Transfer pricing regime could 'spook' investors - PSOJ boss
The Private Sector Organisation of Jamaica (PSOJ) is maintaining that the transfer pricing regime, which has been approved by the House of Representatives, is "scary for investment".
PSOJ President William Mahfood said yesterday that there are aspects of the framework that could "spook" big international investors that were planning to come to Jamaica.
"There are a number of things in the legislation that make it almost scary for investors to do business in Jamaica," Mahfood told The Gleaner.
The transfer-pricing regime, which is an anti-tax-evasion mechanism, seeks to ensure that intra-company transactions are in keeping with the arm's length principle.
Advanced transfer pricing rules have been passed in the House to allow entities to indicate the intra-company transactions, which may occur and the cost of those transactions. Those transactions are open to investigation by the tax authorities.
"What we have said is that we want to have more dialogue," said Mahfood, while arguing that some aspects of the proposed law are "really completely ridiculous".
"At at time when we need investment and we need jobs and we need growth, what really worries me is the fact that this may spook a lot of investors as to the ease of doing business in Jamaica and the friendliness of the business environment," the PSOJ president said.
However, Ainsley Powell, commissioner general of Tax Administration Jamaica (TAJ), said yesterday that the new transfer-pricing regime will bring more equity and clarity to the process of determining whether intra-company transactions observe the arm's length principle.
The House of Representatives on Tuesday voted along party lines, with the Government side prevailing, for the enactment of rules to give effect to a transfer-pricing bill, which was recently passed.
"It will create a better basis on which we can deal with transfer-pricing issues and the whole question of arm's length transaction," Powell told The Gleaner yesterday.
"We now have a set of rules by which we can work and, going forward, we will have less issues come audit time. So, if there is an audit and you have an agreement and we know the methods by which things are to be done, then we should have less issues when it comes to the matter of transfer pricing," the TAJ head told The Gleaner.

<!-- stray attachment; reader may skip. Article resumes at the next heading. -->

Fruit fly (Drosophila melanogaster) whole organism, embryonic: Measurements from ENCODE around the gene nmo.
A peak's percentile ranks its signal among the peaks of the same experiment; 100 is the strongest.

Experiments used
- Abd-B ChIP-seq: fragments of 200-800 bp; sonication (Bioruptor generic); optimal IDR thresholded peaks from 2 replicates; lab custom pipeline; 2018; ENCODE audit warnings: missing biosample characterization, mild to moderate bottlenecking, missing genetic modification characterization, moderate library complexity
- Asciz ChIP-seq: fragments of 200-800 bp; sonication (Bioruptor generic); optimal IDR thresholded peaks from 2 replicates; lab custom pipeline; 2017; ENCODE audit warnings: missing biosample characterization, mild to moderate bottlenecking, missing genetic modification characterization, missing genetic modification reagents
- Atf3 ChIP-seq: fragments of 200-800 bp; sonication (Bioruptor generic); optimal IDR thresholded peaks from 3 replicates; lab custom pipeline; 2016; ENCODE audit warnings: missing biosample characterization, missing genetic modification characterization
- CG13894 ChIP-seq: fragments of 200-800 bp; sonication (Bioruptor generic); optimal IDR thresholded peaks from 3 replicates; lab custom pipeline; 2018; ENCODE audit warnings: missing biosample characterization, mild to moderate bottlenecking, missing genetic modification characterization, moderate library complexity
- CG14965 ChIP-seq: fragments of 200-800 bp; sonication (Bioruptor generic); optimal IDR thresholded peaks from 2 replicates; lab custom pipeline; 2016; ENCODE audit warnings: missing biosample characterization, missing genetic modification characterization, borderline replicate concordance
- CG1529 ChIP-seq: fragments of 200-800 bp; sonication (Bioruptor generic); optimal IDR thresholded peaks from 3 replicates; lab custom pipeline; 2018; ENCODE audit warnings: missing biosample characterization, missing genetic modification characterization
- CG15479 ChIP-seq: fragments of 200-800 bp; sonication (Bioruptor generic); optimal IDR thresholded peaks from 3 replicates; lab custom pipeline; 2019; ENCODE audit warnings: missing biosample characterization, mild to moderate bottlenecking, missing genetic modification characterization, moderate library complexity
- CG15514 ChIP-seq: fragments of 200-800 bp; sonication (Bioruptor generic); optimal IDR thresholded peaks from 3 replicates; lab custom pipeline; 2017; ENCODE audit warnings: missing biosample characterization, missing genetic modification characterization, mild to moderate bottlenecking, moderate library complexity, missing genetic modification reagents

He noted that in the past, the commissioner of TAJ had to establish that the transaction was at arm's length.
That is now to be changed with the new law, as the taxpayer has been asked to come upfront and establish that a transaction is at arm's length.
"What we are saying is that you would have had the obligation anyway in the past to determine the price at which the transactions are carried out. We are just asking for the documentation now," Powell said.
Taxpayers will have to begin reporting on the 2015 year of assessment, a requirement which has led the parliamentary opposition and members of the business community to declare that the new law has retroactivity.
However, Finance Minister Dr Peter Phillips has disagreed.
"All the reports for 2015 are due not later than March 2016. This is no less. What is the difference here is that we are giving the assurance that in this transitional period, no prosecutions will be undertaken, and that is to emphasise the collaborative approach that is to be taken," Phillips said.
"We have specifically amended the legislation to ensure that there be no prosecutions under this until 2017," Phillips added while acknowledging that there would be "teething pains".
Powell stressed that the penalties built into the law would only become effective in relation to the 2016 year of assessment, but the requirement to submit certain information will be for the 2015 year of assessment.